Not everyone you negotiate with is skilled in collaborative strategies, and your bargaining partner may take a more competitive approach. Learn how to recognize contentious tactics so you can either disengage, meet fire with fire, or change the conversati
- Not everyone you deal with will know how to ask diagnostic questions or how to brainstorm and engage in problem solving. In fact, your conversation partner may resort to contentious or competitive tactics in an attempt to hold their ground or keep as many pieces of the pie as possible. It's important for you to learn and recognize these tactics so you can either disengage or meet fire with fire, or change the conversation altogether.
It's really an opportunity to demonstrate your leadership. There are many contentious tactics but I want to focus on the five most common. The first is ingratiation. Now this is getting what we want through charm or flattery or just because we're so darn likable. It might sound like, "Hey, you're so skilled "and fast with spreadsheets, "and I'd love your help setting one up for me." In truth, this is a very useful tactic, especially if it's used authentically.
But turn on the charm a little too high and it's going to feel smarmy. Now promises is getting what you want now by agreeing to do something in exchange later, something like, "If you run the meeting "again for me today, "I'll cover for you anytime you want to take a day off." Again, this is a useful tactic, especially when it's employed for mutual gain. But if a promise smells fishy or impossible to deliver, ask a couple of diagnostic questions to see if you can find other alternatives.
Next is shaming, and it's much more common than we'd all like to admit. This tactic is expressing shock or disapproval about somebody's behavior, usually on moral grounds. It might sound like this. "Your work is pretty subpar so far "and it really doesn't represent company standards." Ouch, right? While it might be true, it doesn't do much to promote engagement or relationship. So if you're the one being shamed, say ouch and change the conversation by asking open-ended questions.
Persuasive argumentation now is the use of logic and reason to make the case for something that you want or to change somebody's behavior or position. It might sound something like, "All the data shows that people aren't buying trucks, "and I'd like to get your ideas about why that's happening." That's a better, more collaborative conversation starter. The final tactic is making threats or expressing the intention of doing harm. "If you can't keep up and meet deadlines, "your days are numbered." In the workplace, using threats like this is toxic to productivity and engagement.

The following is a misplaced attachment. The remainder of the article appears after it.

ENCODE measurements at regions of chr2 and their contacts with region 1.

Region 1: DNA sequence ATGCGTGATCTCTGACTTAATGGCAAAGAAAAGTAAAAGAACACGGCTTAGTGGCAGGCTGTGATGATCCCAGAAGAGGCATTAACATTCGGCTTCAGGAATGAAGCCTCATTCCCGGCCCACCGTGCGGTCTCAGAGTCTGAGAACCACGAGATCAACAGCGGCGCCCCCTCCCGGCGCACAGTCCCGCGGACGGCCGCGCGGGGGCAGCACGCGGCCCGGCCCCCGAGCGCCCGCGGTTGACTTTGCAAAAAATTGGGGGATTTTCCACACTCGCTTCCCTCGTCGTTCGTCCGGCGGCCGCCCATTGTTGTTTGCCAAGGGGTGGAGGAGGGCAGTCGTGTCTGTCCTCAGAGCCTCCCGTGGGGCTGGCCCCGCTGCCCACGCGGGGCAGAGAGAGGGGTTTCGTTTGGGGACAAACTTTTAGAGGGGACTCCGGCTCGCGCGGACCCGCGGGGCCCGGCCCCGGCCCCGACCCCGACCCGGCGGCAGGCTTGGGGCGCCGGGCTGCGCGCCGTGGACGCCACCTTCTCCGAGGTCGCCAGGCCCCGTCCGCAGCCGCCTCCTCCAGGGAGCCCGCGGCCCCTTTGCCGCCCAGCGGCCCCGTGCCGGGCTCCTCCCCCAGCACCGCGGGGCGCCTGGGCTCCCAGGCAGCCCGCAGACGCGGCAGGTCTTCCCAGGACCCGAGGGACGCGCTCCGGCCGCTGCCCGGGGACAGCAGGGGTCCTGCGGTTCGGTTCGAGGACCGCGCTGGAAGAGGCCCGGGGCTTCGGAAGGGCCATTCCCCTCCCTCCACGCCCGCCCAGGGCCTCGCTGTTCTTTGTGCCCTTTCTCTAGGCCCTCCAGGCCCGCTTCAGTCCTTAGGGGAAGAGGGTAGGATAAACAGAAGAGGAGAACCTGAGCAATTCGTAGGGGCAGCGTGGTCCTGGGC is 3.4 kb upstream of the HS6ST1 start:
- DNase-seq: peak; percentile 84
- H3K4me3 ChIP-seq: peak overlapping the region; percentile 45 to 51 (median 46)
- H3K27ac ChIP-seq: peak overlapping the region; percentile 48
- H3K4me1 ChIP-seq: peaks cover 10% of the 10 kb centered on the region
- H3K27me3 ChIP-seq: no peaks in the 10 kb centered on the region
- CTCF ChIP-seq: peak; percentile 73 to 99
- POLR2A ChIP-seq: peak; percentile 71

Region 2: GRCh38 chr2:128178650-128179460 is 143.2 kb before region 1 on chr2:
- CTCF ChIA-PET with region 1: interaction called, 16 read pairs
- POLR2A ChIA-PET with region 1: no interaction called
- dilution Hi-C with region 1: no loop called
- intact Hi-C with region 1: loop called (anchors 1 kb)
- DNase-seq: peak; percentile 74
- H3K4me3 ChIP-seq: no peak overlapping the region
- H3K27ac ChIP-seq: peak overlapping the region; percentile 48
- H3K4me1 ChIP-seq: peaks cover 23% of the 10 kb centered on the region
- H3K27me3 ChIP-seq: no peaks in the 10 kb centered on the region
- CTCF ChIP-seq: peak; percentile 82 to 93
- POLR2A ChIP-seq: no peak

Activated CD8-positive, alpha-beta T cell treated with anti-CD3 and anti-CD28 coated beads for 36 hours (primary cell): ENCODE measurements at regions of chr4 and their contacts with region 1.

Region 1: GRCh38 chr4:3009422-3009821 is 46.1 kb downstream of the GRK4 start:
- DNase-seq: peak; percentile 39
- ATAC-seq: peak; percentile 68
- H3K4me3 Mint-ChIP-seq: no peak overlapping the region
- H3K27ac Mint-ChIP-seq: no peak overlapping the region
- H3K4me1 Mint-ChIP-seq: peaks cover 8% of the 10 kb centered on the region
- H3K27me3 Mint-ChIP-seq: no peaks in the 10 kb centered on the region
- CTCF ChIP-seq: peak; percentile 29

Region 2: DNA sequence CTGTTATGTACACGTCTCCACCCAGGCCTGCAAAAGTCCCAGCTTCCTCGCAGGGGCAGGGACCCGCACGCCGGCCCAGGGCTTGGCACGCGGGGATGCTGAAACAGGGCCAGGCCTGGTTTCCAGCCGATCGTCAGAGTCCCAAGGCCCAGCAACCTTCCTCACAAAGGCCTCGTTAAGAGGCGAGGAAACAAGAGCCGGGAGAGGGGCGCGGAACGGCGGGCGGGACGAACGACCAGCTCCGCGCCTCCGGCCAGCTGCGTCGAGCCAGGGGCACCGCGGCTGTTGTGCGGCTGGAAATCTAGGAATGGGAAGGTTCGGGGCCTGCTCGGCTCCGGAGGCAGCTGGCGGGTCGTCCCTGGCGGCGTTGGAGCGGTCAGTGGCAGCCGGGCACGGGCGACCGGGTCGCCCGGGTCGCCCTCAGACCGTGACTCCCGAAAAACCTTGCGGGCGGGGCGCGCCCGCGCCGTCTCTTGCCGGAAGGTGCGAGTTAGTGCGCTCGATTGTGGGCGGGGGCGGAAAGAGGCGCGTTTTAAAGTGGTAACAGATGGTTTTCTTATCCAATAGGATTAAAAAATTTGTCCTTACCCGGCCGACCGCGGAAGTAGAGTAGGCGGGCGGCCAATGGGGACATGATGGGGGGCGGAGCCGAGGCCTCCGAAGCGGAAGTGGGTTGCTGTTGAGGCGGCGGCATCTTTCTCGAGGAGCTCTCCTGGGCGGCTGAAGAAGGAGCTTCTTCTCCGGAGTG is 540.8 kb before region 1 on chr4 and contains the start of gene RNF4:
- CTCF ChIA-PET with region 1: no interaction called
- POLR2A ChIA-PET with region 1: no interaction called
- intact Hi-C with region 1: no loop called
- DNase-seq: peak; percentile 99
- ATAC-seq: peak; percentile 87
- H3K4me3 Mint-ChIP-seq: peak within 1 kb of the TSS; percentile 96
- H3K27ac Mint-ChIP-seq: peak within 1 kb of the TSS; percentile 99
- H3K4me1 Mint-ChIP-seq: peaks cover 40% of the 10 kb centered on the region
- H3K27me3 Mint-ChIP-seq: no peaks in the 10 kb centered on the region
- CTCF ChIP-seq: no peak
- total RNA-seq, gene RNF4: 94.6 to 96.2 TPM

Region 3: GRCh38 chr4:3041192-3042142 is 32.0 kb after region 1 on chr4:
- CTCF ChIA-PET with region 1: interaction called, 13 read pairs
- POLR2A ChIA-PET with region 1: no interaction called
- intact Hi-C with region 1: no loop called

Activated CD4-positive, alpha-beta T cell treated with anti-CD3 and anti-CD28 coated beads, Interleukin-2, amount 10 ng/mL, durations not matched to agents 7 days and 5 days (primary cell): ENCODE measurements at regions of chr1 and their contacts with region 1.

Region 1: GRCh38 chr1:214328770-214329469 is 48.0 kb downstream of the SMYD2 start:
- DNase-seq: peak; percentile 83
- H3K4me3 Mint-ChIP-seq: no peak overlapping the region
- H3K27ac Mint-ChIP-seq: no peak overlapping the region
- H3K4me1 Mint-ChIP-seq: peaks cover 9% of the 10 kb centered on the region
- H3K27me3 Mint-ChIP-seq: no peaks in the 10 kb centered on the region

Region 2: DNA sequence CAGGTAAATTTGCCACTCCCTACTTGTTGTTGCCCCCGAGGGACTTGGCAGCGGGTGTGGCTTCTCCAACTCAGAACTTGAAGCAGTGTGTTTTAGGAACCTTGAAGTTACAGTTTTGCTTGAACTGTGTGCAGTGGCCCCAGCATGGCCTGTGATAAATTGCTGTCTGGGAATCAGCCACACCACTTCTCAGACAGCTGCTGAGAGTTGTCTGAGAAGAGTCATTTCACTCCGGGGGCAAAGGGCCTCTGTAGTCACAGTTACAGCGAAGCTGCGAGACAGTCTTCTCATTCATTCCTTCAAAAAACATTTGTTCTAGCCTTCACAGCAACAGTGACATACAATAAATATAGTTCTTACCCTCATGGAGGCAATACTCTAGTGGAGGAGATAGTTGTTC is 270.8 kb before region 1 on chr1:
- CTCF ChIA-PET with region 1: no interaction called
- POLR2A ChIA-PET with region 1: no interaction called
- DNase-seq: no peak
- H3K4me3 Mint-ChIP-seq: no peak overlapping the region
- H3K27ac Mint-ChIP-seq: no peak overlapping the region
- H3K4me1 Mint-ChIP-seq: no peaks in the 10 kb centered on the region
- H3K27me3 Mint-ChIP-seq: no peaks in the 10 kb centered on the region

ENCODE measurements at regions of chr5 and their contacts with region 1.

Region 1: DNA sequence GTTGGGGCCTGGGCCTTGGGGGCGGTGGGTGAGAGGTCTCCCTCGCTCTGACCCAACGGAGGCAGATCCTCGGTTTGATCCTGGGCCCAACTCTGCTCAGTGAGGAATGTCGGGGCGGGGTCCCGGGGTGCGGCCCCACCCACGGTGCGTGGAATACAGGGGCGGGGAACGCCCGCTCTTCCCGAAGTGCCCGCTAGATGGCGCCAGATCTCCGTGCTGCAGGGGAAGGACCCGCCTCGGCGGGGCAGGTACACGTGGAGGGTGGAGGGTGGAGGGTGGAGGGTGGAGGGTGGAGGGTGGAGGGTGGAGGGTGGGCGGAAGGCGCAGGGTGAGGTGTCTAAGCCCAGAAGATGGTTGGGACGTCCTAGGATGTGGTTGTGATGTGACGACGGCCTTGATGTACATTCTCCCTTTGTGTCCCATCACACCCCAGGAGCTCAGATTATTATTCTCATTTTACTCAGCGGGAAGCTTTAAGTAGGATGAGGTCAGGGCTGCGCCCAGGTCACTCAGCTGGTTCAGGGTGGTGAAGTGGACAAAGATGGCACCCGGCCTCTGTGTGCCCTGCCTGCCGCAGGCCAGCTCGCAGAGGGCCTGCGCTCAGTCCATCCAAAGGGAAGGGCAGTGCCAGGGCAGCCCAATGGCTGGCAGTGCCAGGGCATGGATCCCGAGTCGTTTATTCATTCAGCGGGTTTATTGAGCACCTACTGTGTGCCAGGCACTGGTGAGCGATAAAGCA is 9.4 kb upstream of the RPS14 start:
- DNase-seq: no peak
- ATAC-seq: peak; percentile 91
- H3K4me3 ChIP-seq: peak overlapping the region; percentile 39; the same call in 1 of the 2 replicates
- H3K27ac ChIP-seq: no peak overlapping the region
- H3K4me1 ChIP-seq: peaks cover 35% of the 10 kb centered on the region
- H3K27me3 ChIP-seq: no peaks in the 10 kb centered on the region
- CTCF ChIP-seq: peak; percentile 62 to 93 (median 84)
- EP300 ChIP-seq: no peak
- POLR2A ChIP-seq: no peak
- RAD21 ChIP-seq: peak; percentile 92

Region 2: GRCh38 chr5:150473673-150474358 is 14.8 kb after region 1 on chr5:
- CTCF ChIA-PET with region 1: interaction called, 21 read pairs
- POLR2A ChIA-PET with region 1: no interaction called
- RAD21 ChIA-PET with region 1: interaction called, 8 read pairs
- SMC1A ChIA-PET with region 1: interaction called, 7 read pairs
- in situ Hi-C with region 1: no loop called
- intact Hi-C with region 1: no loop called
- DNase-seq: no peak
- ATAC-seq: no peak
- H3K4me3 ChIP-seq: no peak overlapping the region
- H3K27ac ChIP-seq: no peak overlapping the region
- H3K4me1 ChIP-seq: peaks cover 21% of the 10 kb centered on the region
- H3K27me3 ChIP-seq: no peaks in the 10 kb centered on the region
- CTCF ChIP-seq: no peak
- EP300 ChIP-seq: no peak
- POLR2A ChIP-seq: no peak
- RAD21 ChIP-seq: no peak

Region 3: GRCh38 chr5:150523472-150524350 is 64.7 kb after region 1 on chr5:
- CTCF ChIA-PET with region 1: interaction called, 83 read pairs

If you experience threatening language and you don't feel safe, say so and end the conversation. With both persuasive argumentation and threats, you might also try mirroring back the last few words. If your partner says, "If you can't keep up "and meet deadlines, your days are numbered," try repeating, "My days are numbered." This gives your partner a chance to backpedal and move from blame to problem solving, or at the very least to explain themselves.
When someone uses contentious tactics in an adversarial way, here are a couple more tips. Focus on the problem, not the person. Try to get to the root of the issue by asking questions, listening and paraphrasing to make sure you understand your conversation partner's perspective. Now I want to reiterate that most contentious tactics are not evil or bad. They're simply competitive. In the hands of a bad actor, they're deployed to gain advantage.
They win, you lose. But if you can recognize them as they're happening, you can use all your interest-based strategies to pause, slow things down, and depersonalize the situation. You'll change the conversation from beating your adversary to engaging an ally in a solution.
- Identify the different types of negotiation.
- Distinguish the difference between asking and negotiation.
- List core negotiation practices.
- Explain anchoring and framing for mutual benefit.
- Describe tactical empathy.
- Explain the principles of influence.
- Create an influence plan.
- Analyze conflict styles.
- Recognize contentious negotiation tactics.